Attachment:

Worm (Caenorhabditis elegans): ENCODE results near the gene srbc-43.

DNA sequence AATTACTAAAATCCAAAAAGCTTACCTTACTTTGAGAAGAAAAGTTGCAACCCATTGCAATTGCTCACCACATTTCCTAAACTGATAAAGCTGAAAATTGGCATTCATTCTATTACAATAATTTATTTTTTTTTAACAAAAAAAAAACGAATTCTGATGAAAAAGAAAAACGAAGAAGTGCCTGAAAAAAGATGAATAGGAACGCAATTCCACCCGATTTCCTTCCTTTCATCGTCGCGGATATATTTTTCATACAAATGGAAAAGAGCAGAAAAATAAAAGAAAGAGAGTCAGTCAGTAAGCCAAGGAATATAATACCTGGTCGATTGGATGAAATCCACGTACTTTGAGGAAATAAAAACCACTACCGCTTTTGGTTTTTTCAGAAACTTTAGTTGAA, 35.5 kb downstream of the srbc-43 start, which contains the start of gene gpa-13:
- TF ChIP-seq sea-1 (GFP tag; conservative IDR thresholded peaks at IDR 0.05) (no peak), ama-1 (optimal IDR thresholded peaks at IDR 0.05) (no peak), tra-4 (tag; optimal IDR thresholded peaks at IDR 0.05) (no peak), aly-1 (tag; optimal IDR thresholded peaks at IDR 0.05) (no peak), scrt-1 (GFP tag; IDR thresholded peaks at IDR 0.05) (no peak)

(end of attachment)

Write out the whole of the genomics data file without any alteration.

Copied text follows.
Worm (Caenorhabditis elegans): ENCODE results near the gene srbc-43.

DNA sequence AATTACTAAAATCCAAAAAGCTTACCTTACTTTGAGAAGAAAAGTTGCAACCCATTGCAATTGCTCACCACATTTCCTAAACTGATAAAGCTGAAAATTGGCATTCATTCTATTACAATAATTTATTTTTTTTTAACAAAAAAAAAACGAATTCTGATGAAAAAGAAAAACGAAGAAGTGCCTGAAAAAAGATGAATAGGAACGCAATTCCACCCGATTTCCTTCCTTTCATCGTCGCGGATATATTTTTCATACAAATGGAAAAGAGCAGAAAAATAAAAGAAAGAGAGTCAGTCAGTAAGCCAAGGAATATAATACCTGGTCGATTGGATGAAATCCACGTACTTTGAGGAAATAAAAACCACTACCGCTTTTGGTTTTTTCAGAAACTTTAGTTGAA, 35.5 kb downstream of the srbc-43 start, which contains the start of gene gpa-13:
- TF ChIP-seq sea-1 (GFP tag; conservative IDR thresholded peaks at IDR 0.05) (no peak), ama-1 (optimal IDR thresholded peaks at IDR 0.05) (no peak), tra-4 (tag; optimal IDR thresholded peaks at IDR 0.05) (no peak), aly-1 (tag; optimal IDR thresholded peaks at IDR 0.05) (no peak), scrt-1 (GFP tag; IDR thresholded peaks at IDR 0.05) (no peak)